The one thing I used to miss most about the UK was the British High Street. That being said, almost all of my favourite high street brands have now expanded globally, as has my love of individual brands. The best of the Chilean High Street (from an ex-model, fashion-lover, expat-mother-of-a-daughter point of view) is: Limonada girlswear; Basement, Nicopoly and Paes prête-à-porter lines; Casa Ideas' affordable interior design, and DBS Beauty Store (the equivalent of Sephora or Boots).
I love discovering children's books from different countries. Everywhere Sienna and I go, we try to bring back a book as a souvenir (even if I can barely read it to her because I don't speak the language!). Children's books are so lovely because they have been specifically thought out for the child. Isn't that process special enough in itself? To not only find ways to relate to a child in their innocence and purity, but to also try and make their childhoods even more magical? Naturally that is something parents do all the time but children's books are creative, material products of adults' selflessness and often reflect the culture of their author, too. De aqui y de alla, Animales Chilenos, and Trinuka: Valores para vivir felices are beautifully illustrated examples of this. They all have their Chilean touch but are also lovely for all children to enjoy.
Health food snacks
I have always found that a big part of being a mother in these early years revolves around food. Maintaining a healthy and nourishing diet for your little one is challenging enough (their brain develops the most in their first two years of Shine A Life), but even more so in foreign countries. Initially, being an Expat Mother in Chile was hard. Back to my The Grass is Always Greener on the Otherside post, I often wished the extensive range of health food snacks in the UK were also available in Chile. Only it was, I just had to know where to look for it. Health food aisles (including gluten/dairy free etc. products) are now present in almost every Chilean supermarket, and individual health food stores are popping up everywhere (and let's not forget the abundance of fresh fruit and veg on the Santiagonian street market). My favourite Chilean health food snacks for Mamas-on-the-move include Mizos rice and chia cakes (great for both grown ups and little ones), Smiley Kids organic fruit purée pouches, and Tika sweet potato chips. (Amen to no added refined sugar!).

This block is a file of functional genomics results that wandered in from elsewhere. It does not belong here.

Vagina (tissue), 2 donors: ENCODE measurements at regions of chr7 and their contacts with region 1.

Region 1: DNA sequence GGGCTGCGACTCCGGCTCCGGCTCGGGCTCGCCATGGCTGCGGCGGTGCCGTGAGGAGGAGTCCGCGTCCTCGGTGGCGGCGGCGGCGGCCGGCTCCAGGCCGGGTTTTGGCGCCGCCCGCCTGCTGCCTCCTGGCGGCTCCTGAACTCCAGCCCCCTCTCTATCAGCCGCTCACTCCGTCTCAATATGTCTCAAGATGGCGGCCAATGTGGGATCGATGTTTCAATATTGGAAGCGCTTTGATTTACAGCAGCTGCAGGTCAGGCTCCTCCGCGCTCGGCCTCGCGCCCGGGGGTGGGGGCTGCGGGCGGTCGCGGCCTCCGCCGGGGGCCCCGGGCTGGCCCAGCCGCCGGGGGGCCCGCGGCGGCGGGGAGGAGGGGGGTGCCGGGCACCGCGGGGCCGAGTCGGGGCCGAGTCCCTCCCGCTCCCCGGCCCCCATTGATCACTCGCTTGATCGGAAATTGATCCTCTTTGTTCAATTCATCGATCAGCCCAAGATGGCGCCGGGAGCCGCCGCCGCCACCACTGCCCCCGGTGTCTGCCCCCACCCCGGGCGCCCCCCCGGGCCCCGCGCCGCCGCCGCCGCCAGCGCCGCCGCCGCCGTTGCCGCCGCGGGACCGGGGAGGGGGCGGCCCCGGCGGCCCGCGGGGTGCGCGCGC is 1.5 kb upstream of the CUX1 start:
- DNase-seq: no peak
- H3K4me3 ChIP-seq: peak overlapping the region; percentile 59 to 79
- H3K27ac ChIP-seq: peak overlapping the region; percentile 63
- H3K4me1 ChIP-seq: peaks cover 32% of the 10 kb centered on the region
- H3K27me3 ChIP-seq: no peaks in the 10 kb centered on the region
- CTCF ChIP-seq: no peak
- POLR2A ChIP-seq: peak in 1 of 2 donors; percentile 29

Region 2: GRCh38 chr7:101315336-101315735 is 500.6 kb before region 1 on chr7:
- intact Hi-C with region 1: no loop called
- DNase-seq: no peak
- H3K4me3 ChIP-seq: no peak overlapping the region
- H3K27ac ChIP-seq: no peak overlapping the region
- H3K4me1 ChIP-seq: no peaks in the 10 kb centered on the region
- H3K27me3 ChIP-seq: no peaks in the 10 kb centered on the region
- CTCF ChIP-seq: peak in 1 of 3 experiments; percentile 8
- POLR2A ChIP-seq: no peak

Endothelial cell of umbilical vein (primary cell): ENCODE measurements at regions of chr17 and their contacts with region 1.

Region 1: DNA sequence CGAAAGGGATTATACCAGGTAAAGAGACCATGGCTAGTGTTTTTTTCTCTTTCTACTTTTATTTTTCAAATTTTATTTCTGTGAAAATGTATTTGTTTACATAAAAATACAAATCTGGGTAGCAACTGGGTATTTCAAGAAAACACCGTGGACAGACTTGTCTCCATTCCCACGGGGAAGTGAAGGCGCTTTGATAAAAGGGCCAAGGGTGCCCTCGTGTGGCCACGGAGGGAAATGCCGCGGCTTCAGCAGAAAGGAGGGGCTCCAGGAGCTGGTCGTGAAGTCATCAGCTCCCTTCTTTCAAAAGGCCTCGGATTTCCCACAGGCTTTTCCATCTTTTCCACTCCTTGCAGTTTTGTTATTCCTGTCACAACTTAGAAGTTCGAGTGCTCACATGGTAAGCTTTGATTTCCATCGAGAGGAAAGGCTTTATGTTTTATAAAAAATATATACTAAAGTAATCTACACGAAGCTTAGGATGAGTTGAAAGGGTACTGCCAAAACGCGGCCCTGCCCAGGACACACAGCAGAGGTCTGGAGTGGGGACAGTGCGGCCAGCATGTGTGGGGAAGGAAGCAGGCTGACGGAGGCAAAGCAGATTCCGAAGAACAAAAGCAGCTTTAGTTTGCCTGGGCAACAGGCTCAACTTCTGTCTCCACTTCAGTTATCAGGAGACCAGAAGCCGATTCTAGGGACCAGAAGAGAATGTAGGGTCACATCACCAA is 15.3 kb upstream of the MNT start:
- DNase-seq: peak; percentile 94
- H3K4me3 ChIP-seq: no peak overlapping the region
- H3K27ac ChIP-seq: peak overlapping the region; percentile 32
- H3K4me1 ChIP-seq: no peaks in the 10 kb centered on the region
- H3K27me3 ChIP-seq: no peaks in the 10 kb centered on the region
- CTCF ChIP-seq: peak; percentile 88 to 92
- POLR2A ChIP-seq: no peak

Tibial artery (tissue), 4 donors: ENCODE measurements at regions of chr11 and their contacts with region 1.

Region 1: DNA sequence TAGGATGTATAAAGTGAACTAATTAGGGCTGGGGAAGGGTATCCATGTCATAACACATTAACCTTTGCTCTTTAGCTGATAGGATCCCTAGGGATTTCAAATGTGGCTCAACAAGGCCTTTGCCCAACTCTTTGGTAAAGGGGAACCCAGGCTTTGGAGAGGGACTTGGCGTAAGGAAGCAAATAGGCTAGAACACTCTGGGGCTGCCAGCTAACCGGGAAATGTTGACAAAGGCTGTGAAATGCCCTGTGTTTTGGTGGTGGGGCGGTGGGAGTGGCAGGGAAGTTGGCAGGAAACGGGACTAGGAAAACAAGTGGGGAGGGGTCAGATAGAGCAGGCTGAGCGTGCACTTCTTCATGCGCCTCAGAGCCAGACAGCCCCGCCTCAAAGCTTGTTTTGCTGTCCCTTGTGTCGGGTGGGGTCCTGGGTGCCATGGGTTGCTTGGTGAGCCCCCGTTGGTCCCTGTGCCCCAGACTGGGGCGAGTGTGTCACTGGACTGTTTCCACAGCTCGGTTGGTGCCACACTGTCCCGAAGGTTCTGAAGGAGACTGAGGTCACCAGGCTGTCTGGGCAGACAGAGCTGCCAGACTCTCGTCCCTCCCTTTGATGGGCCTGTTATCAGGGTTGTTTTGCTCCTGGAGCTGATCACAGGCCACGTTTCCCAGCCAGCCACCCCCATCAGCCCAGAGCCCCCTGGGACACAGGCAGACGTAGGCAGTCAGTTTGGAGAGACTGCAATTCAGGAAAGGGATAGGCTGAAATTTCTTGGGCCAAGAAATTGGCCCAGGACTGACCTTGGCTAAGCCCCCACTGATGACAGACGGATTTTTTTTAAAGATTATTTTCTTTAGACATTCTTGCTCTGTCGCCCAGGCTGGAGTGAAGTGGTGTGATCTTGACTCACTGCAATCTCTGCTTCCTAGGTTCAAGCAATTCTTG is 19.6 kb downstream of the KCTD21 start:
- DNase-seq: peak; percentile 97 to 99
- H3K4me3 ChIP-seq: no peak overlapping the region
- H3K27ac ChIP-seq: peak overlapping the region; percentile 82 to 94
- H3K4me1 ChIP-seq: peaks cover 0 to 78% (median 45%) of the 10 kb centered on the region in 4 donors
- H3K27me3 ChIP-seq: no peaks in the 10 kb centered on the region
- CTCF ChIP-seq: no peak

As many Chilean washing machines are cold-water washes, and the water in Santiago is very hard, it can be really tricky to get stains out of your (or worse! your child's 😳) clothing. The best product I have found for this so far is Chile's Popeye stain remover soap bar (even better than leading brand Vanish, and a tiny fraction of the price at $690CLP!). You simply rinse the stain in warm water pre-wash and scrub with the soap bar. If the stain hasn't completely come out after it's been through the washing machine then, el consejo de la abuela (a top tip from my very own Grandma): put your clothing in direct sunlight to dry and the stain will be bleached out (this even works under the British sunshine!).
If you have read and enjoyed this post then please share your own experiences - no matter where in the world you are - so that I can enjoy them too. Until I hear from you, here's to the satisfaction of seeing "Made in XXX" - the actual country you're in - on the label!
This post is dedicated to these original Made in Chile (literally!!) Gringa Chilenas, and very sweet friends, Sienna & Camila. Thank you for being here. This is Shine A Life.